The 19th installment of the series that introduces the attractions of Hyogo Prefecture with photos introduces tourist spots in Yabu City, Asago City, and Tamba City. Yabu and Asago have many industrial heritages that are known to support the modernization of Japan, such as the “Akenobe Mine”, “Mikobata Mining Site” and “Ikuno Ginzan”. In addition, the popular “Takeda Castle” will be taken up. In addition, you will see Byakugoji the famous sight of the wisteria in Tamba City, the fossil museum Chitan no Yakata, and the paragliding practice.
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The Akenobe mine has been excavated since the Asuka era, and copper from Akenobe was also used for casting the Great Buddha in Nara. During the Sengoku period, it was ruled by Oda, Toyotomi, and those in power, and in the Edo period it became the jurisdiction of the Shogunate Daikansho. New technologies were introduced in the Meiji era, and tin ore was discovered and contributed to the modernization of Japan.
However, cheap minerals came in from overseas, and it was closed in 1987. Now, it is preserved as “Akenobe Mine Exploration Trail” almost as it was when the mountain was closed, and a tour is being conducted.
The total length of the tunnel is about 550 km, which is comparable to that between Tokyo and Osaka. The depth is about 1,000 meters, 1.6 times the depth of Tokyo Sky Tree.
[Mine Learning Center]
This facility is located right next to the mine entrance of the Akenobu Mine, and after the mountain was closed, the “Western Mining Division Office” was established as a learning facility. Three-dimensional underground models, minerals and mining tools are on display.
[Remains of Mikobata Mining Site]
There was a mine originally opened in the Heian era in Mikobata, but the amount of mining decreased from the second half of the Meiji era. Was cut.
At the time, it was called “Largest in the Orient” because of its scale and output, and it was operating until midnight and was called “Nightless Castle”. However, along with the closing of the Akenobu mine in 1987, the Mikobata quarry also ended its role. The building has been demolished, and now only the basic part remains as it is, but in recent years it has attracted attention as an industrial heritage. Incline (sloped orbit) rails used for transporting people and things and a huge filtration device “Thickener” are also left behind.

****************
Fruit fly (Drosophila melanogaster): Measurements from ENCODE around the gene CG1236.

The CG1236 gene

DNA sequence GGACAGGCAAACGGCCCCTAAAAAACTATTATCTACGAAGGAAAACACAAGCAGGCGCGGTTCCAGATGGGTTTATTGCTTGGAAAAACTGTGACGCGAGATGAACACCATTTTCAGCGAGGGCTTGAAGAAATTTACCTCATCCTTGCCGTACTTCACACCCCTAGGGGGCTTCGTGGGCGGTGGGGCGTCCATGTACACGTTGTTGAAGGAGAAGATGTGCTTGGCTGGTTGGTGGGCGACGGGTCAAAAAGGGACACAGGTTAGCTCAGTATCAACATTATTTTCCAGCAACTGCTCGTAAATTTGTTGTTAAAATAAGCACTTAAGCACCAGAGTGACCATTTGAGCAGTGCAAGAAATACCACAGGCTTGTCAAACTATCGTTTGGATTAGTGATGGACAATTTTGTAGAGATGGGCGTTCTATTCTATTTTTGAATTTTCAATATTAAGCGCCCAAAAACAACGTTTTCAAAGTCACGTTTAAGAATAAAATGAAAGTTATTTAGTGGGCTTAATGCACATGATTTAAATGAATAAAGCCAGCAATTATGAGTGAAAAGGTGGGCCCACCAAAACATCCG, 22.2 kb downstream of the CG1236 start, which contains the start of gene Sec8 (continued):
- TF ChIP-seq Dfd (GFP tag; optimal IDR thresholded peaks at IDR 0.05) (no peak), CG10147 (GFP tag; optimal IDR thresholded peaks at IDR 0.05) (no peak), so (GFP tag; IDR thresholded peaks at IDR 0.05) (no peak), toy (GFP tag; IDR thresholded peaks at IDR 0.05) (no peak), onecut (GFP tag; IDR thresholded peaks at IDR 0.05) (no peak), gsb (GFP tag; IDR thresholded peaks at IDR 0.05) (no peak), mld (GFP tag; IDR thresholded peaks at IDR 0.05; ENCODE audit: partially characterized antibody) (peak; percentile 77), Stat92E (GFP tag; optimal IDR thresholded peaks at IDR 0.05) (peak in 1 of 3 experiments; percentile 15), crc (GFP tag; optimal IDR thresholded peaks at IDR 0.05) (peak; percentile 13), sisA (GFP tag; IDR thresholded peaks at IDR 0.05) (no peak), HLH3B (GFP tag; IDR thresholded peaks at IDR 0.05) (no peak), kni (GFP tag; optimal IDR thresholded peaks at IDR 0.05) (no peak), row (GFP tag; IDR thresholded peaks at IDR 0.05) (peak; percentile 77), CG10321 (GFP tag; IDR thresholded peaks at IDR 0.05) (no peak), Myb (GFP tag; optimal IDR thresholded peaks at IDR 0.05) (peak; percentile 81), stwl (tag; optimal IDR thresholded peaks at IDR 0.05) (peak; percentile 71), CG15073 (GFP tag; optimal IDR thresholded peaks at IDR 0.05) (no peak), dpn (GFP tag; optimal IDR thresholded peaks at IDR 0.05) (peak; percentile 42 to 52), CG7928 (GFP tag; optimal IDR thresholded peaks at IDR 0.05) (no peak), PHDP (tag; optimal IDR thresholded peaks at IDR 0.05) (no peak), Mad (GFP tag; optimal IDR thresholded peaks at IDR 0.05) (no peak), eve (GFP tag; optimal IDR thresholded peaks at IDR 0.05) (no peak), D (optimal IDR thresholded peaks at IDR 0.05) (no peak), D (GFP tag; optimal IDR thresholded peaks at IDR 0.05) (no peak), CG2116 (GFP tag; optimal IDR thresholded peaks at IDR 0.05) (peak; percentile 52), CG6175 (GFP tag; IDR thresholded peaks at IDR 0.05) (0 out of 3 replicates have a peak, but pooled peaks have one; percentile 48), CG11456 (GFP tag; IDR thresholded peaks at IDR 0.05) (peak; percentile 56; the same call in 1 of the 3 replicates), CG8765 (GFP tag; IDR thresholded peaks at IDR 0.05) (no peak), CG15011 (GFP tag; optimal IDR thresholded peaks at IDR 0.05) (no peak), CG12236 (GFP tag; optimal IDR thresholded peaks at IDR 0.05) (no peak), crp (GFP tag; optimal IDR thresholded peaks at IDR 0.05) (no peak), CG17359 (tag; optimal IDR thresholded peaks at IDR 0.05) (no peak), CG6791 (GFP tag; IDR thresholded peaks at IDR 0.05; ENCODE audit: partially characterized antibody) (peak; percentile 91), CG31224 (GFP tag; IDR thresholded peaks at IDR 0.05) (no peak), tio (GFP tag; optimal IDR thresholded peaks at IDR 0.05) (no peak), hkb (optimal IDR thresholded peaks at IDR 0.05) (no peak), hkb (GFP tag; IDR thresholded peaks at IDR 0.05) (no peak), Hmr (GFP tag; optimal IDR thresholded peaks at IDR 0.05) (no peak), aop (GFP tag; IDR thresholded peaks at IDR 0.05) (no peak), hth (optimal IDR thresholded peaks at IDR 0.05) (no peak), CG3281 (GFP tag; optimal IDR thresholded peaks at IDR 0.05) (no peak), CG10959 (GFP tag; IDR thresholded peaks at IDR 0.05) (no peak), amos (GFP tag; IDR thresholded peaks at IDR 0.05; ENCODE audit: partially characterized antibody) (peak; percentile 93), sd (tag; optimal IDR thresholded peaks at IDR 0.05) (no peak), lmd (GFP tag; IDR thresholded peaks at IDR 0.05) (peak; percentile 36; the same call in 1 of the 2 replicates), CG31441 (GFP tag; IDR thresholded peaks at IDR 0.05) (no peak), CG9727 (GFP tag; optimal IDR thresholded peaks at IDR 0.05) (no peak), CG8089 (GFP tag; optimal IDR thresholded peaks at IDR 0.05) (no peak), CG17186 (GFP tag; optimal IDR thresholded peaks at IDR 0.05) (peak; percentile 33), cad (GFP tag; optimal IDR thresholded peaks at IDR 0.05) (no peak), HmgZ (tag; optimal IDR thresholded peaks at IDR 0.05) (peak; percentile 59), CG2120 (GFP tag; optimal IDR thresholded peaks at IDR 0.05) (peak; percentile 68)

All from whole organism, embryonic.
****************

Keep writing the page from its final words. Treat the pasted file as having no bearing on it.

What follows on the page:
[Akenobu 1 yen train≫
In 1964, the Meishin train was opened for transportation of people and goods, connecting about 6.1km between the Akenobu mine and the Mikobata mine. After starting at 50 fare and raising the price to 1 yen in 1972, the price was maintained until the closing of the Akenobu mine in 1987 and became a hot topic.
The vehicles with three cars are on display at the Mikobata Mining Site and the Akenobu Mine / Ikuno Ginzan.
[Former Mikobata Mining Office]
A colonial-style building built in 1872 as an Ikuno mine dormitory. It was later relocated to Mikobata and used as an office and clinic.
It is said to be the building where the French engineer Mousse lived and is also called the “Musee’s old residence”, but it is not clear whether it is historical.
[Mikobata Cast Iron Bridge]
This iron bridge was completed in 1908 and was built as part of a mine road connecting Mikobata and Ikuno. Among the existing Japanese bridges, it is the third oldest bridge in Japan after Shinsaibashi in Osaka and Danjo Bridge in Tokyo, and is the oldest iron bridge in Japan.
Ikuno Ginzan was a silver mine discovered in the Heian period, and full-scale mining began in the Muromachi period. A Daikansho was established in the Edo period. During the Meiji era, a French engineer arrived and modernized. It was known as one of the largest mine in Japan, but closed in 1973.
The total length of the mine is 350km and the depth is about 880m. More than 70 types of minerals were mined.
Today, a sightseeing course has been set up in the tunnel, and the dolls of miners placed to show the situation at that time became popular as “Ginzan Boys” and songs were made until the general election. This song can be heard in the tunnel.